At any rate, a new top is in order, and I think that I will probably go with a vinyl top — which, I am told, is more original. My eldest son, Derek, has a Honda S2000 (very nice car, by the way, and one that I have autocrossed), and it has a vinyl top. It is quite nice — and actually much nicer than I recall my older vinyl top was on the MG I had in college.
Doing things over is all part of doing a restoration, either because things don’t go back together as you’d think or because, well, Stuff Happens. People might recall that Bill McKenna began his restoration about when I did and also chronicled his progress for all to see on the web. (He finished his car quite a while ago, and it is marvelous.) He had redos and mishaps just as I did (as with the doors). I think you have to be a bit Stoic if you’re going to take on a restoration and actually complete it, since progress gets interrupted and sidetracked.
Then, there are the torsion bars on these cars. They are the best instructors of patience, persistence, and fortitude.
Mo-Ma comes through for another delighted customer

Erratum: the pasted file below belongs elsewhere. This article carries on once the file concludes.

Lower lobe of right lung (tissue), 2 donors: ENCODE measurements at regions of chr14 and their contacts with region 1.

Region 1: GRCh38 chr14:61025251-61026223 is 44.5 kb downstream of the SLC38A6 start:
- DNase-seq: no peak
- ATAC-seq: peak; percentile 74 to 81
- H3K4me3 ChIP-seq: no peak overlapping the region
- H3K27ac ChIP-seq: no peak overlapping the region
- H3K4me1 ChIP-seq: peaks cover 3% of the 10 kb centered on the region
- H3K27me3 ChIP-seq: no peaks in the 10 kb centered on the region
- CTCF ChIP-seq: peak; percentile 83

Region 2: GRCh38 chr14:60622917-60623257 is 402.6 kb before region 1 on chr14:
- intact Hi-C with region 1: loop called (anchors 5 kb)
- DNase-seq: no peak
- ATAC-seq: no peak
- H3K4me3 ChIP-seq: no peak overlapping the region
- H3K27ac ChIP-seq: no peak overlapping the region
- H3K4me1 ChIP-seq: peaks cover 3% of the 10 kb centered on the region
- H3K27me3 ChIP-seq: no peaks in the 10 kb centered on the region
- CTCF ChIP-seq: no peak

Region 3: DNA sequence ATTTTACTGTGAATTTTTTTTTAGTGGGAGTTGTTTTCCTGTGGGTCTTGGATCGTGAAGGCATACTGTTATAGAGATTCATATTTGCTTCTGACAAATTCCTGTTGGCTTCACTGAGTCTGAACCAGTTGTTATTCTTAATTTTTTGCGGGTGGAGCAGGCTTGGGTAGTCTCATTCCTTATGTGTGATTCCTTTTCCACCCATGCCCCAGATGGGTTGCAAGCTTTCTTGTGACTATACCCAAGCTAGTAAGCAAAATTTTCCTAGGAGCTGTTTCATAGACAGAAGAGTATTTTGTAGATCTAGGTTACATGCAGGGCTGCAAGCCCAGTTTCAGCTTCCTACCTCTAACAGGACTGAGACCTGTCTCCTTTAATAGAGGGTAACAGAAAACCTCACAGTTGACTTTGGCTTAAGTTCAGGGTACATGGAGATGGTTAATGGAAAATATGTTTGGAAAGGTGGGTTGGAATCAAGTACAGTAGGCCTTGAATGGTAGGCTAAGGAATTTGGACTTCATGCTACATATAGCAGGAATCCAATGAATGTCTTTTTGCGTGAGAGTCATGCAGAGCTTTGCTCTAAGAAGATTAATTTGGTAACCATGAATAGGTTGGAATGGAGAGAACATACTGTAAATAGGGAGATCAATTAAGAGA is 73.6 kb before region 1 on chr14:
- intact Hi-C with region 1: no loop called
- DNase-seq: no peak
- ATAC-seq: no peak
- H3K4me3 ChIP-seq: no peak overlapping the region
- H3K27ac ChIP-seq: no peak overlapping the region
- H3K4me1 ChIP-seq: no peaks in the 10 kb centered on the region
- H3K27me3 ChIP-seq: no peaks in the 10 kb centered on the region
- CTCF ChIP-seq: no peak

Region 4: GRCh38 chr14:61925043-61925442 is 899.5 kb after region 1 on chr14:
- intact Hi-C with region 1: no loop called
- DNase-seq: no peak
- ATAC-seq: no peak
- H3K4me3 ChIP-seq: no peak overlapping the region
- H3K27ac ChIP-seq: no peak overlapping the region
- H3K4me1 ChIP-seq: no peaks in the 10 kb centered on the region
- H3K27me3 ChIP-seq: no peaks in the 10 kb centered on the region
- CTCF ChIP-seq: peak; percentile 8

Mo-Ma Manufacturing in Albuquerque, New Mexico (www.momamanufacturing.com) was my choice to get the old tachometer upgraded. I had removed the tach generator when the engine went in. I recall discussions on forums about the “dog” that drives the generator being flimsy and breaking and then falling into the oil system, threatening to jam pieces of itself into the oil pump. That didn’t sound good to me. Besides, the technology has improved quite nicely, so that driving a tech off a coil is simple and accurate. Mo-Ma has a great reputation for workmanship and, as I learned, for customer service. I can’t recall the lady’s name I talked with, but we had a delightful and wide-ranging conversation. She has been in this business for years, starting off being the Smith’s representative for the Western United States.
(I did follow up a few months after I got the tach back, only to learn that Margaret had died.)